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A full review of Man City v UEFA CAS Award – why this is not the end of FFP

A full review of Man City v UEFA CAS Award – why this is not the end of FFP
Wednesday, 12 August 2020 By Christopher Flanagan

The dispute between UEFA and Manchester City Football Club over the latter’s compliance with the former’s Financial Fair Play (FFP) regulations has been one of the most high-profile sports law matters of the year.

On 13 June 2020, the Court of Arbitration for Sport (CAS) released a media statement under the header “MANCHESTER CITY FC DID NOT DISGUISE EQUITY FUNDING AS SPONSORSHIP CONTRIBUTIONS BUT DID FAIL TO COOPERATE WITH THE UEFA AUTHORITIES”.  The CAS statement noted that “The Panel of arbitrators in charge of the matter, composed of Mr Rui Botica Santos (Portugal), President, Prof. Ulrich Haas (Germany) and Mr Andrew McDougall QC (France)” (the Panel) and concluded that “The final award with reasons will be published on the CAS website in a few days.

Inevitably, this announcement resounded loudly around the world: Tottenham Hotspur manager Jose Mourinho said he agrees with the “concept[1] of FFP, but called for an end to the regulatory initiative due to the “circus” that goes with it; Liverpool manager Jurgen Klopp described Manchester City’s success in the case as “not a good day for football[2]; the BBC asked is FFP dead?”; and the President of La Liga, Javier Tebas, was reported to have said that the result showed that “CAS is dead[3]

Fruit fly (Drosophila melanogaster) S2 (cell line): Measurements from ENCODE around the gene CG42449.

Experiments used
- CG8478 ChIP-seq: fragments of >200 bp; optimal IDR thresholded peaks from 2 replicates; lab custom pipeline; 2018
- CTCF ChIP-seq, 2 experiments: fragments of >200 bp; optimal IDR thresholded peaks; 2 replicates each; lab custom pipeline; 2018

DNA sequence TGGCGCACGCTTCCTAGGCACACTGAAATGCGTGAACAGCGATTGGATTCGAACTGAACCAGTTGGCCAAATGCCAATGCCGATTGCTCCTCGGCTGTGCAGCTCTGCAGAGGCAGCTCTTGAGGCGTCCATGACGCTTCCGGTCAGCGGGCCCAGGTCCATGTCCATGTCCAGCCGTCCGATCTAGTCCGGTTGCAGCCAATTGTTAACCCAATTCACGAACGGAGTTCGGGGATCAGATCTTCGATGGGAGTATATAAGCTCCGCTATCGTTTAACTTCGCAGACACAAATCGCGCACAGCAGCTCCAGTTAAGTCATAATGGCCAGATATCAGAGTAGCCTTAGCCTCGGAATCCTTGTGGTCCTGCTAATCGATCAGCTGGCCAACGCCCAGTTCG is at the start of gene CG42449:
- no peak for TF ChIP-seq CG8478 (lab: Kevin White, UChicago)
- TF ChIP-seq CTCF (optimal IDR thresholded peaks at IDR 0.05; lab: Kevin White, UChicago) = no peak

On 28 July 2020, CAS 2020/A/6785 Manchester City FC v. UEFA (the Award), was published[4] (the Award being dated 13 July 2020).

This article will examine and critically analyse the Award before providing commentary on what––if anything––this means for FFP as a regulatory initiative.  Specifically, it looks at:

  • The factual background
  • The key issues determined by the CAS Panel
  • Analysis and commentary

Whilst reports of the death of FFP and the CAS are greatly exaggerated, the Award will certainly give sports governing bodies and participants in professional football some pause for reflection.

For a more detailed background to FFP as a regulatory initiative, and Manchester City’s compliance with it, please see this previous LawInSport Article[5]

References to ‘Paragraphs’ in this article are references to the paragraphs of the Award.

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Written by

Christopher Flanagan

Christopher Flanagan

Christopher is an in house entertainment and sports lawyer.  Outside of work, he is an active participant in the international sports law research community. He has published work in leading law journals and textbooks, spoken at conferences, acted as guest lecturer, and has been consulted by and featured in the media discussing developments in the field. A list of his published work is available here. Christopher is an Editor of the International Sports Law Journal.  He is also on the board (previously Chair) of the Bath City Supporters' Society, the fan-owned community benefit society that holds the majority stake in Bath City Football Club.  
Views expressed here are his own. 

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